More To Explore

The Evolution of Human Skin Coloration. Nina G. Jablonski and George Chaplin in Journal of Human Evolution, Vol. 39, No. 1, pages 57-106; July 1, 2000.

Why Skin Comes in Colors. Blake Edgar in California Wild, Vol. 53, No. 1, pages 6-7; Winter 2000. The article is also available at www.calacademy.org/calwild/winter2000/html/horizons.html The Biology of Skin Color: Black and White. Gina Kirchweger in Discover, Vol. 22, No. 2, pages 32-33; February 2001. The article is also available at www.discover.com/feb__01/featbiology.html

ronmental conditions by almost exclusively cultural means— wearing heavy protective clothing and devising portable shade in the form of tents. (Without such clothing, one would have expected their skin to have begun to darken.) Generally speaking, the more recently a group has migrated into an area, the more extensive its cultural, as opposed to biological, adaptations to the area will be.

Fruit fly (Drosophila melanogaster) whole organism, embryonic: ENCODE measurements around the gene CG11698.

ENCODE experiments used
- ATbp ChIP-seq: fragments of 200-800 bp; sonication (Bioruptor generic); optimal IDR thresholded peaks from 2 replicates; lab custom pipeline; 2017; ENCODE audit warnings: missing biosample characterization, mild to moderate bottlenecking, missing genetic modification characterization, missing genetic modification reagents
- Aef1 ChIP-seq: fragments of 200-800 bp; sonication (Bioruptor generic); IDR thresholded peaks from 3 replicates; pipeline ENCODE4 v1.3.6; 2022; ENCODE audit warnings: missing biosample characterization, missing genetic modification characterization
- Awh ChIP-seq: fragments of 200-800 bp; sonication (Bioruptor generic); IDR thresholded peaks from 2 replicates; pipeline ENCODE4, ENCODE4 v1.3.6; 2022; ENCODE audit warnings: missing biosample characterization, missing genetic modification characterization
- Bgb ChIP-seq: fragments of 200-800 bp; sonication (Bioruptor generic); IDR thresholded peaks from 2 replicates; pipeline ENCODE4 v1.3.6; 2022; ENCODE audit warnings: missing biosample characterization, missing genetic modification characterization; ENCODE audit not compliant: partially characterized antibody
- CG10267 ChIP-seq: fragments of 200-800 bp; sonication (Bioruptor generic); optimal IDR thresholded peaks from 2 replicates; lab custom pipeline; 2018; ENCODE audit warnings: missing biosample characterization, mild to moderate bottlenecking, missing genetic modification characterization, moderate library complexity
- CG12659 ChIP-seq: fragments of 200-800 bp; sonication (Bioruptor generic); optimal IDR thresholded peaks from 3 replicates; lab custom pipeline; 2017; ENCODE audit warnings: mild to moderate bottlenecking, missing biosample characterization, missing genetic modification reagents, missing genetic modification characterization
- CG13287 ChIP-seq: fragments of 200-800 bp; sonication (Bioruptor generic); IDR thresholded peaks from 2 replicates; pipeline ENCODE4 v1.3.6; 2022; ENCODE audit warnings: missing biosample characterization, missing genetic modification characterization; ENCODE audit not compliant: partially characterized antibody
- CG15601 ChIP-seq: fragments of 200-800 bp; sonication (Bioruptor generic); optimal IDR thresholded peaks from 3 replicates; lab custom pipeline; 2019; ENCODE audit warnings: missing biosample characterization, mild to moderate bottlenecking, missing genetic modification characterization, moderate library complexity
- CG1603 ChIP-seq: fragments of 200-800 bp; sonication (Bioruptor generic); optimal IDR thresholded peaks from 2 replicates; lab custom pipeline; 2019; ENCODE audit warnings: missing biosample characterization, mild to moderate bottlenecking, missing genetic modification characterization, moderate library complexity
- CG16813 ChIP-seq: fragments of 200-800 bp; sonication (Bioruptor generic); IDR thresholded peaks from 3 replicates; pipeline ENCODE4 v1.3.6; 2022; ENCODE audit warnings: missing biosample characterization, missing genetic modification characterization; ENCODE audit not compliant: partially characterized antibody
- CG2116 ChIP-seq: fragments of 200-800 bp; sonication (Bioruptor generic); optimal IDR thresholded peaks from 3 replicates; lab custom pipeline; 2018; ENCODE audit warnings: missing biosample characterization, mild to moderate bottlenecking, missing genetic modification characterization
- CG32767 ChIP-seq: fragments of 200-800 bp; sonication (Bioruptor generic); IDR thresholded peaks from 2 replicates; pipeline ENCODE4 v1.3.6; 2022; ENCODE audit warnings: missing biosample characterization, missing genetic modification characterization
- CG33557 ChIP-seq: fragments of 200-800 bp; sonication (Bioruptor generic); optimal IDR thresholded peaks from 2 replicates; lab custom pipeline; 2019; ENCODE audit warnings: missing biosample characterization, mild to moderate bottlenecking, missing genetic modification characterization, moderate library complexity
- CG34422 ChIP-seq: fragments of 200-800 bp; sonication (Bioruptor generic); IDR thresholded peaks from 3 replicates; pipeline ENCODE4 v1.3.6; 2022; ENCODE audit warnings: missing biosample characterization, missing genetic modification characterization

Perils of Recent Migrations

DESPITE GREAT IMPROVEMENTS in overall human health in the past century, some diseases have appeared or reemerged in populations that had previously been little affected by them. One of these is skin cancer, especially basal and squamous cell carcinomas, among light-skinned peoples. Another is rickets, brought about by severe vitamin D deficiency, in dark-skinned peoples. Why are we seeing these conditions?

As people move from an area with one pattern of UV radiation to another region, biological and cultural adaptations have not been able to keep pace. The light-skinned people of northern European origin who bask in the sun of Florida or northern Australia increasingly pay the price in the form of premature aging of the skin and skin cancers, not to mention the unknown cost in human life of folate depletion. Conversely, a number of dark-skinned people of southern Asian and African origin now living in the northern U.K., northern Europe or the northeastern U.S. suffer from a lack of UV radiation and vita

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